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Breathless With Anticipation
Breathless With Anticipation

By Dave Breese

We live in a time of fast-moving, swirling events which are coming upon our world with the kind of intensity and rapidity that takes one’s breath away. Most of the people of America check the morning news on television with an attitude of “What has taken place during the night that will further destabilize this world of ours?” They are usually not disappointed, because more notable events are occurring in a day than once took place in weeks or months in the slow-moving history of our world. Indeed, history itself seems to be moving faster, which movement, of course, brings us ever closer to the consummation of all things. Because the world senses this, apprehension is certainly the characteristic attitude of the secular mind in our time.

Apprehension, however, should never be the attitude of the believing Christian. For us, life in our time is turning into the great adventure. The heart of the Christian should be filled with delight in that God has called us, privileged us to live in this very provocative generation. We are advised, therefore, in the world to be filled with faith, to be anxious for nothing, to walk with the confidence that only the presence of Christ can bring. By contrast to the troubled spirits of our present age, the Christian should be a towering figure of foundational stability and great purpose. These characteristics will be especially noted and jealously respected by an envious world which has forgotten the Lord who is, alone, the author of stability and serenity. Rather than give way to apprehension, the Christian must have a heart filled with anticipation. Indeed, he should be breathless with anticipation in times like these.

Anticipation means “to look forward with delight.” What then does the Christian anticipate? In our time especially, he looks forward to great opportunity. To the Church of our time, Christ has already said, “Behold, I have set before you an open door, and no man can shut it” (Rev. 3:8). Quite obviously, that open door, that opportunity is coming upon us as never before. More and more, the world is saying, “Who can I trust? What can I believe in?” From the world of academia, or politics, or business, or education, no answer appears to be forthcoming to these pressing questions. The answer, of course, can only come from the Word of the living God. That Word, articulated from the lips of the witnessing Christian, can do so much in a time like this. The purpose of the believer in our time, as in all time, is to hold forth the Word of Life. By so doing, the Bible teaches that he will even be instrumental in influencing the course of a crooked and perverse nation among whom he shines as a light in the world. As the world moves into the gloaming of the afternoon of its history, the shining light of a Christian’s testimony will be more apparent, more illuminating than ever. Above every other emotion in life, the Christian should anticipate opportunity.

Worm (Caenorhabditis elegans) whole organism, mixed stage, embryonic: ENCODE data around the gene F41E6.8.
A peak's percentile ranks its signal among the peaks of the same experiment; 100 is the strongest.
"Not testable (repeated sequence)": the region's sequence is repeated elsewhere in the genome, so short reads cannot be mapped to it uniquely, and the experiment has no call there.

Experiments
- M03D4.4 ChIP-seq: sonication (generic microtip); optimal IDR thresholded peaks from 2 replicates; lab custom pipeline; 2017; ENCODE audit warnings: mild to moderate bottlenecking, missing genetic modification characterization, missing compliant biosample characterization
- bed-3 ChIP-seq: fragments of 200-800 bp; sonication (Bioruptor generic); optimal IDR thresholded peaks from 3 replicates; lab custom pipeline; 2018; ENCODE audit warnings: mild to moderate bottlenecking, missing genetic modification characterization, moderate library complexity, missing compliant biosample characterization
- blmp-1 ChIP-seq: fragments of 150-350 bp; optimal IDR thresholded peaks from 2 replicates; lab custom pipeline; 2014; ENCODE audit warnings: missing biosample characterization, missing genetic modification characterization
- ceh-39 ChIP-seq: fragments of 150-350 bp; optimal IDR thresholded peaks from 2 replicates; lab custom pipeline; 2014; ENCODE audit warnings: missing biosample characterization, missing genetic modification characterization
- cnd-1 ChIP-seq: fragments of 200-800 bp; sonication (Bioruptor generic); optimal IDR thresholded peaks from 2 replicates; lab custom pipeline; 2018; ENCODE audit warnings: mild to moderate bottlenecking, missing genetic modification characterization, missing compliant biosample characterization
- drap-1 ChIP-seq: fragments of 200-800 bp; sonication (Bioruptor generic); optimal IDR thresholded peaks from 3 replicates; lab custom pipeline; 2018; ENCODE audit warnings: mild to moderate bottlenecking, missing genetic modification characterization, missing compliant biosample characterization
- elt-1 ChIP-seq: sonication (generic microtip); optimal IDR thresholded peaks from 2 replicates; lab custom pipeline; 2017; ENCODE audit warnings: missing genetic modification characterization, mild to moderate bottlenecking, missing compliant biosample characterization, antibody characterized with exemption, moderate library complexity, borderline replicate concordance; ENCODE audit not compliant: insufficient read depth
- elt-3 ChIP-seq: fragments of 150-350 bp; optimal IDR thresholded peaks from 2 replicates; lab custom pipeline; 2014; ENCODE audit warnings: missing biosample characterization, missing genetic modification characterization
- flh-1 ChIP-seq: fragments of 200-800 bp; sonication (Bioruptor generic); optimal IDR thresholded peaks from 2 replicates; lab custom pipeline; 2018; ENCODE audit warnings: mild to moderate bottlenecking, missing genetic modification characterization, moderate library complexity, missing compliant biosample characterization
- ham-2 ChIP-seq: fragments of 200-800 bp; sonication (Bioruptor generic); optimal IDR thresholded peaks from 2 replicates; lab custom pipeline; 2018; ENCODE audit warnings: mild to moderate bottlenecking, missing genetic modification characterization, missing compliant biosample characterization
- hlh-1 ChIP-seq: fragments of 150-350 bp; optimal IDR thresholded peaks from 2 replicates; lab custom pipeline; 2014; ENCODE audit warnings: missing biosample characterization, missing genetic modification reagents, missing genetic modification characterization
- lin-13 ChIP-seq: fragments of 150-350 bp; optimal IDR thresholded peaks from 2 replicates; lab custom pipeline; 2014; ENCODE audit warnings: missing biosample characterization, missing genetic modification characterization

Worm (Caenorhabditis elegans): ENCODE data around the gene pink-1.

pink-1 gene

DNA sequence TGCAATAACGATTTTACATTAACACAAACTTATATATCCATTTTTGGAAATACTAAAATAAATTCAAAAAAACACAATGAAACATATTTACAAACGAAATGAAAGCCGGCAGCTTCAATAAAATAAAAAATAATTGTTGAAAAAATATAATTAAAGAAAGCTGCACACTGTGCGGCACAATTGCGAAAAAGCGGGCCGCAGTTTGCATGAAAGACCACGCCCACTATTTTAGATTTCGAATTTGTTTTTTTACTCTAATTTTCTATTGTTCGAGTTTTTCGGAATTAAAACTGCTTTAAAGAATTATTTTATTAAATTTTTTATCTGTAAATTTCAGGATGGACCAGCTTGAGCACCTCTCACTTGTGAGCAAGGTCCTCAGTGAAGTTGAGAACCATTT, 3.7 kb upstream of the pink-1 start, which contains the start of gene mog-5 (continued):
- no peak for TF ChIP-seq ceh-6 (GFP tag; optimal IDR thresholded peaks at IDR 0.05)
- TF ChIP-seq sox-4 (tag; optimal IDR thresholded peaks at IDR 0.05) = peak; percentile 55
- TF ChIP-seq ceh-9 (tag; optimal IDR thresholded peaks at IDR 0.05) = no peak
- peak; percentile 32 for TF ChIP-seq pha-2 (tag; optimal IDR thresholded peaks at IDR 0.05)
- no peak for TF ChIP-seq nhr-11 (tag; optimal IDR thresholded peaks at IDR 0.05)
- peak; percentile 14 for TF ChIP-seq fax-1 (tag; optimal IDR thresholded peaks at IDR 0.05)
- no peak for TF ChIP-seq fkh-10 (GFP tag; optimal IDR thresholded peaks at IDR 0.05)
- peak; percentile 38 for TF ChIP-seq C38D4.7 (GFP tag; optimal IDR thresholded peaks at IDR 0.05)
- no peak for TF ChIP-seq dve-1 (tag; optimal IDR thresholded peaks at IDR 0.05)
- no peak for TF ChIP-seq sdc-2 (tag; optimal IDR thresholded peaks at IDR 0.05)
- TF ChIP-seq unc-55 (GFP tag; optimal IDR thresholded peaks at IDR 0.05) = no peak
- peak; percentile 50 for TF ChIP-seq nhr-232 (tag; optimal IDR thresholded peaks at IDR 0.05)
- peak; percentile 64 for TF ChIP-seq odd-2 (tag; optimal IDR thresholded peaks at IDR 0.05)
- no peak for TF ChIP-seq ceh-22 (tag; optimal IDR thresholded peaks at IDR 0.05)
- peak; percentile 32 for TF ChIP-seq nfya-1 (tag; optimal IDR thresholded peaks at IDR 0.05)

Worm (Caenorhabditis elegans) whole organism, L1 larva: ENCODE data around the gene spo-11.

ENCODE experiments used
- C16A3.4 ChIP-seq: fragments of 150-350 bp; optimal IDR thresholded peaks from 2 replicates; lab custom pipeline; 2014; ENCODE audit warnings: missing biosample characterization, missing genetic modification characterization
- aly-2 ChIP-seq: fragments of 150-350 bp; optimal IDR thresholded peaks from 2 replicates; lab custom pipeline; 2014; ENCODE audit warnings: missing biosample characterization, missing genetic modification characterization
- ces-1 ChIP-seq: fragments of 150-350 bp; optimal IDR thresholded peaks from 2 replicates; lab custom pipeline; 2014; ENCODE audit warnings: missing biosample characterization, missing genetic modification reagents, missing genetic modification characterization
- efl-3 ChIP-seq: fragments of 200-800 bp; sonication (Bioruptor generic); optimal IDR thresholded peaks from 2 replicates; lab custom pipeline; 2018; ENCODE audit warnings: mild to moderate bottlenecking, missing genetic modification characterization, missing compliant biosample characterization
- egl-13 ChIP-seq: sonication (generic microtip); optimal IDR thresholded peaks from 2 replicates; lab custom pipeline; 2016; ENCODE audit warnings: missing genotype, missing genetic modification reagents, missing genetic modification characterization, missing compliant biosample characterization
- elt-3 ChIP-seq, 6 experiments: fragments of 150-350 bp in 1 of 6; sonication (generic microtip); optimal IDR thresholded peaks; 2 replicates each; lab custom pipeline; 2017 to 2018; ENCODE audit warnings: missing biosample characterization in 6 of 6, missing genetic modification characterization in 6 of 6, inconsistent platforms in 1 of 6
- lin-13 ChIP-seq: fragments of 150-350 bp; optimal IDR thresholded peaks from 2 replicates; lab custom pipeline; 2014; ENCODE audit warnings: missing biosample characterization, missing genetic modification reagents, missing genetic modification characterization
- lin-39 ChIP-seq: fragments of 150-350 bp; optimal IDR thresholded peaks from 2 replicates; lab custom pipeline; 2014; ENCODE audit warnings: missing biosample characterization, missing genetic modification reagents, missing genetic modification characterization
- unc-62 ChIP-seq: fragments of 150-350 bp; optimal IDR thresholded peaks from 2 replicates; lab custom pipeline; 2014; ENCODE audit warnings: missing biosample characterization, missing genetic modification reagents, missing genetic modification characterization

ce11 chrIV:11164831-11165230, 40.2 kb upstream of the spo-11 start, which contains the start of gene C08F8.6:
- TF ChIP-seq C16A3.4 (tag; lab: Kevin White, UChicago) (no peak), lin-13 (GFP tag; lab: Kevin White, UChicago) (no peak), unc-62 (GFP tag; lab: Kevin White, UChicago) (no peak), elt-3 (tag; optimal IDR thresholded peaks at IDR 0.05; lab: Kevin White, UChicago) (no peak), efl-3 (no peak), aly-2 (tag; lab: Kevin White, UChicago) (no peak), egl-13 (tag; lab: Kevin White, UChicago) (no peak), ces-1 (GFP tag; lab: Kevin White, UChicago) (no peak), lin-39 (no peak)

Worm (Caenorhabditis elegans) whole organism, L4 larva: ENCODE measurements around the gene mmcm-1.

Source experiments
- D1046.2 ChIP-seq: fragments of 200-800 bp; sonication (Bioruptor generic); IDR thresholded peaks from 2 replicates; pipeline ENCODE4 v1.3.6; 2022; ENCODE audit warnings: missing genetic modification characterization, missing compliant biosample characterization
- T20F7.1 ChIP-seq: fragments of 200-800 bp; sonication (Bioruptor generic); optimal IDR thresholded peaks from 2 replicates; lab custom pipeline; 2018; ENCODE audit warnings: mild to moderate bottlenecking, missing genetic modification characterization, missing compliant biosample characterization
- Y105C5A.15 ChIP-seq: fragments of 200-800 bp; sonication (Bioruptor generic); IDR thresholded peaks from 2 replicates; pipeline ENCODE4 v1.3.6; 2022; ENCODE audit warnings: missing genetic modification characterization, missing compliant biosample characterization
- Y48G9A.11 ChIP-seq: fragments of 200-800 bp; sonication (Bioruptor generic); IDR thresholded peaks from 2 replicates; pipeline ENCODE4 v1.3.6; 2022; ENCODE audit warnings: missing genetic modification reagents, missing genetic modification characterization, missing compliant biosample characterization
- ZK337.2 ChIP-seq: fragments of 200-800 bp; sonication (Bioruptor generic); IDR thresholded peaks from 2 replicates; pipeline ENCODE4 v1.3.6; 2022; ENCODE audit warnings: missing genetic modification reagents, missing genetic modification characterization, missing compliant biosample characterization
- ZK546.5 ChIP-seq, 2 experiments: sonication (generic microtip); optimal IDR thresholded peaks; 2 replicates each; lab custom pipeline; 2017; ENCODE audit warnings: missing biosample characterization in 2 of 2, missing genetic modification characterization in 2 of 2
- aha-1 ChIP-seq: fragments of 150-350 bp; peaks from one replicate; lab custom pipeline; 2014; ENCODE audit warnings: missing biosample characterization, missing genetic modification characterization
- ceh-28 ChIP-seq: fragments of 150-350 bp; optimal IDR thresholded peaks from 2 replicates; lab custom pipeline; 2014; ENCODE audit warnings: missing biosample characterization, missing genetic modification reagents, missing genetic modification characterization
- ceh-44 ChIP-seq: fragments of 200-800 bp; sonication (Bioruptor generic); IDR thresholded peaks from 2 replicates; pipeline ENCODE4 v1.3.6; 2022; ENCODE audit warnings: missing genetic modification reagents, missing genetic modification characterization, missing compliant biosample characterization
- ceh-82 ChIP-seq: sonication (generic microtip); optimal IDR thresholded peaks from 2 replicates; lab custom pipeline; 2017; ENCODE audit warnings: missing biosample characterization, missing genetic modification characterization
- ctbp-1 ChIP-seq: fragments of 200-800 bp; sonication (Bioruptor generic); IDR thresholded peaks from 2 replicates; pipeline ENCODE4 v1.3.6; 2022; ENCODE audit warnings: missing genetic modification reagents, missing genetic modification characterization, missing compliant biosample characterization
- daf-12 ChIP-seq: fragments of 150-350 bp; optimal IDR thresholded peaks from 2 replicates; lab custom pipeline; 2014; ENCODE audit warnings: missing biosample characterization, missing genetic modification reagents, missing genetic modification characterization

He should also anticipate challenging problems. This is true because the world of our time is not a simple place in which to live. Its population is increasing at the rate of 15,020 people per hour. Its mental health is daily disturbed by new awesome considerations. Its very crust is troubled upon occasion with ever-increasing earthquakes. Its leaders meet in pathetic summit conferences to make empty, dangerous promises to one another. Its financiers wonder what they will be worth by noon tomorrow. Its industrialists count their gold coins and newly submit to the lie that these pieces of metal will not, one day, melt and run away.

How shall the Church conduct its ministry in a world like this? The answer is not simple. This means that the Christian leaders of our time must be more thoughtful, yes, more intellectual, more theologically oriented, more doctrinally sound, more perceptive, more prescient, more analytical and more earnest than ever. The pathetic promises of the phenomenalists, the empty charade of the exhibitionists, the hopeless delusions of the liberationists will no longer suffice as credentials for Christian leadership. The unctuous, torchy song and the vain repetitions of the pulpit will not be adequate to ministry in these days to our perplexed society.

The cheap promise of easy miracle, the religious get-rich-quick schemes, the simplistic slogans presented by many—these will no longer suffice as the Christian message for our time. They never have.